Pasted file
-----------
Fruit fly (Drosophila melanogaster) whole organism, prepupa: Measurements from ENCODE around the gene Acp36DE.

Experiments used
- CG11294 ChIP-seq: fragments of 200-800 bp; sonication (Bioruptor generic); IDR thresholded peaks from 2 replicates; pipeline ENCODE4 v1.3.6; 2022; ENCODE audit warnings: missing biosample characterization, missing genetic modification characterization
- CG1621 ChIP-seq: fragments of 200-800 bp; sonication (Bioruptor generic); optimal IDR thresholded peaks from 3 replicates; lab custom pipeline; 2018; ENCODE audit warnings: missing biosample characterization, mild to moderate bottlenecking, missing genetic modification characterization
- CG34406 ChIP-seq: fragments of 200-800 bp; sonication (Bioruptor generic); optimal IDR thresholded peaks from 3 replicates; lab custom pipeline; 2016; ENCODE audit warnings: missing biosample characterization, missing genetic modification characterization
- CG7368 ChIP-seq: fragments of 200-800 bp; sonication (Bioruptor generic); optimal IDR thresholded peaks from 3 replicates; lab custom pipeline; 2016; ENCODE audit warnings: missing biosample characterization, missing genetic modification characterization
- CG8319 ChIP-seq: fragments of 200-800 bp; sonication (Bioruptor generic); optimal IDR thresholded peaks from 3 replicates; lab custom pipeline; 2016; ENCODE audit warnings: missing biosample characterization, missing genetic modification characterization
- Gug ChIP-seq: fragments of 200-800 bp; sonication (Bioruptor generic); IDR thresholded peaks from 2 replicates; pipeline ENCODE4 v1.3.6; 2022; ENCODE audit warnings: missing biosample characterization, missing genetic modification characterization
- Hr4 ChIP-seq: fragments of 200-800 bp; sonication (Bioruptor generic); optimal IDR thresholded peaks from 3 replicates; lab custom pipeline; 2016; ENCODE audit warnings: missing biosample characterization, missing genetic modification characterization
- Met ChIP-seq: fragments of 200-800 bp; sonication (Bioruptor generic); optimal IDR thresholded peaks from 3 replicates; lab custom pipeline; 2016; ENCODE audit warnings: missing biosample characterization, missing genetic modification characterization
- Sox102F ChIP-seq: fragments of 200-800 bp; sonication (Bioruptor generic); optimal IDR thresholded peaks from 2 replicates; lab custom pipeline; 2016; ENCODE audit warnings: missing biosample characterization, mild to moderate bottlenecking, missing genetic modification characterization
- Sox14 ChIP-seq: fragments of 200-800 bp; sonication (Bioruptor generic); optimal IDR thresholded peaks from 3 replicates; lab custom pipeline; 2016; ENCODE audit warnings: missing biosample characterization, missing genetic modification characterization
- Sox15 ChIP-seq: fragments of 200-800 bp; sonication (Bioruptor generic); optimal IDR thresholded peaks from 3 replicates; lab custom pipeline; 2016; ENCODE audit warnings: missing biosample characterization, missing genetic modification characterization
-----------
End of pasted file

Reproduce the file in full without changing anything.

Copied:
Fruit fly (Drosophila melanogaster) whole organism, prepupa: Measurements from ENCODE around the gene Acp36DE.

Experiments used
- CG11294 ChIP-seq: fragments of 200-800 bp; sonication (Bioruptor generic); IDR thresholded peaks from 2 replicates; pipeline ENCODE4 v1.3.6; 2022; ENCODE audit warnings: missing biosample characterization, missing genetic modification characterization
- CG1621 ChIP-seq: fragments of 200-800 bp; sonication (Bioruptor generic); optimal IDR thresholded peaks from 3 replicates; lab custom pipeline; 2018; ENCODE audit warnings: missing biosample characterization, mild to moderate bottlenecking, missing genetic modification characterization
- CG34406 ChIP-seq: fragments of 200-800 bp; sonication (Bioruptor generic); optimal IDR thresholded peaks from 3 replicates; lab custom pipeline; 2016; ENCODE audit warnings: missing biosample characterization, missing genetic modification characterization
- CG7368 ChIP-seq: fragments of 200-800 bp; sonication (Bioruptor generic); optimal IDR thresholded peaks from 3 replicates; lab custom pipeline; 2016; ENCODE audit warnings: missing biosample characterization, missing genetic modification characterization
- CG8319 ChIP-seq: fragments of 200-800 bp; sonication (Bioruptor generic); optimal IDR thresholded peaks from 3 replicates; lab custom pipeline; 2016; ENCODE audit warnings: missing biosample characterization, missing genetic modification characterization
- Gug ChIP-seq: fragments of 200-800 bp; sonication (Bioruptor generic); IDR thresholded peaks from 2 replicates; pipeline ENCODE4 v1.3.6; 2022; ENCODE audit warnings: missing biosample characterization, missing genetic modification characterization
- Hr4 ChIP-seq: fragments of 200-800 bp; sonication (Bioruptor generic); optimal IDR thresholded peaks from 3 replicates; lab custom pipeline; 2016; ENCODE audit warnings: missing biosample characterization, missing genetic modification characterization
- Met ChIP-seq: fragments of 200-800 bp; sonication (Bioruptor generic); optimal IDR thresholded peaks from 3 replicates; lab custom pipeline; 2016; ENCODE audit warnings: missing biosample characterization, missing genetic modification characterization
- Sox102F ChIP-seq: fragments of 200-800 bp; sonication (Bioruptor generic); optimal IDR thresholded peaks from 2 replicates; lab custom pipeline; 2016; ENCODE audit warnings: missing biosample characterization, mild to moderate bottlenecking, missing genetic modification characterization
- Sox14 ChIP-seq: fragments of 200-800 bp; sonication (Bioruptor generic); optimal IDR thresholded peaks from 3 replicates; lab custom pipeline; 2016; ENCODE audit warnings: missing biosample characterization, missing genetic modification characterization
- Sox15 ChIP-seq: fragments of 200-800 bp; sonication (Bioruptor generic); optimal IDR thresholded peaks from 3 replicates; lab custom pipeline; 2016; ENCODE audit warnings: missing biosample characterization, missing genetic modification characterization